SALT LAKE CITY (May 3, 2023) – Record snowpack across the state has increased the potential for groundwater flooding, landslides and debris flows in some areas. Many areas statewide have already experienced flooding and landslides. These hazards will increase as temperatures warm up.
Flooding can occur from surface water from rivers and streams or shallow groundwater. Shallow groundwater occurs when the water table is within 20 feet of the land surface. During persistent heavy rains, snowmelt, or surface flooding, water moves downward through the soil to the groundwater table causing water levels to rise, creating problems for building foundations and basement flooding. This spring, areas not typically prone to shallow groundwater may temporarily experience increased levels.
Utah Geological Survey (UGS) hazards geologists are working on mapping shallow groundwater hazards in the state to determine the likelihood of flooding in cities and neighborhoods.
“Geologists have mapped the west side of the Salt Lake Valley from Kennecott to Eagle Mountain, areas in Washington County and the Moab area. We are working on updating more areas along the Wasatch Front and anticipate completing this by June,” said UGS Senior Geologist Jessica Castleton. “These maps are intended to inform residents of the likelihood of shallow groundwater in their area. The information can also be used to take steps to safeguard properties during wet periods.”
Homeowners can also report shallow groundwater flooding to UGS to be compiled into a public database for future hazard mapping reference.
UGS and the Division of Emergency Management (DEM) are working closely with other local, state and federal agencies to help educate people about the multiple flood hazards created by the record snowpack, including shallow groundwater, and how to prepare. DEM strongly encourages people to consider flood insurance as part of that preparation. However, groundwater flooding is not covered by the National Flood Insurance Program (NFIP).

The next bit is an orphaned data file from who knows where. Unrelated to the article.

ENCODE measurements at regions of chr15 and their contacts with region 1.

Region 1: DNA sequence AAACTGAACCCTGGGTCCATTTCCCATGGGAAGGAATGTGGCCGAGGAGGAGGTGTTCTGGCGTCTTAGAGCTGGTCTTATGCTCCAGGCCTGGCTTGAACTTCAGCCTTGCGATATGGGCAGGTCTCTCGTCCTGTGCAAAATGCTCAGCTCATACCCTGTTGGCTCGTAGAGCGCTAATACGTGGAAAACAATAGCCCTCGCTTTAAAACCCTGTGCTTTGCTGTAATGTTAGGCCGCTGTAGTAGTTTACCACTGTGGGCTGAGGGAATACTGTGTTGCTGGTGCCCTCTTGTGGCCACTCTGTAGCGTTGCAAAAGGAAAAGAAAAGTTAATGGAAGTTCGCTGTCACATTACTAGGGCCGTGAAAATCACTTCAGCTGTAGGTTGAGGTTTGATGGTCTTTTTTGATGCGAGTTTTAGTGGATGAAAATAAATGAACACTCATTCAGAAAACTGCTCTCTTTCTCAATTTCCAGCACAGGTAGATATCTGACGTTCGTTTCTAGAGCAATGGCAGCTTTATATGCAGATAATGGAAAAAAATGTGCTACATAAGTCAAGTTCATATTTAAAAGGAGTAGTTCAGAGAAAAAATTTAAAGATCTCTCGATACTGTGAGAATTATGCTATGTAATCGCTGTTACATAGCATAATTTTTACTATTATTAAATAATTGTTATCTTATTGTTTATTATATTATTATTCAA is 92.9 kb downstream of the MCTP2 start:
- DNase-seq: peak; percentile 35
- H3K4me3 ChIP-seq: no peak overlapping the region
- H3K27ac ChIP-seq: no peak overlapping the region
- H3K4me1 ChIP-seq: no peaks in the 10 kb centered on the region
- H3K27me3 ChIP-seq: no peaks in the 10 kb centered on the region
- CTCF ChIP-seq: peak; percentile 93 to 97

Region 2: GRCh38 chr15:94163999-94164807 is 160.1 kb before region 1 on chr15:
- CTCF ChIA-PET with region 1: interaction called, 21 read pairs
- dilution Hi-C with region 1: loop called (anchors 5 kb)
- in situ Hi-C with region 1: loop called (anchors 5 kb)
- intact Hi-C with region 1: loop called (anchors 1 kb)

“The NFIP defines flood as an excess of water on land that is normally dry, affecting two or more acres of land or two or more properties, unusual and rapid accumulation or runoff of surface waters from any source,” says Tracie Harrison, DEM Flood Program Manager. “ Individuals should contact their insurance agent to see if the private insurance markets may have policies specific for groundwater flooding.”
A federal disaster declaration may provide some assistance, but to qualify, the state must have enough damage to meet and/or exceed the damage threshold set by FEMA. The statewide threshold amount for the 2023 fiscal year is $5.7 million. If a singular disaster event produces that much damage, the state can request that a declaration be made on the federal level.
“Just because a request is made does not mean it will automatically be approved. If a federal declaration is granted, it can open up various federal programs such as Public Assistance and Individual Assistance, and SBA loans,” says Kathy Holder, DEM State Hazard Mitigation Officer. “The best option is to take steps to prevent the damage from occurring in the first place because even if Utah gets a federal declaration, we may not receive Individual Assistance for victims. There are other qualifiers for the Individual Assistance program. Individual assistance can provide as much as $37,900, but typical grants are usually a fraction of that amount, averaging $8,000 or less.”
UGS and DEM staff advise residents to take precautions to protect their homes and property from groundwater flooding. Homeowners should improve outside surface drainage, repair foundation cracks,
ensure that their sump pumps work correctly and consider installing additional groundwater drainage systems around their homes. They should also check with their insurance providers to see if they are covered for flooding caused by shallow groundwater.
For additional statewide flood information, at floods.utah.gov.
PIO, Utah Geological Survey
PIO, Division of Emergency Management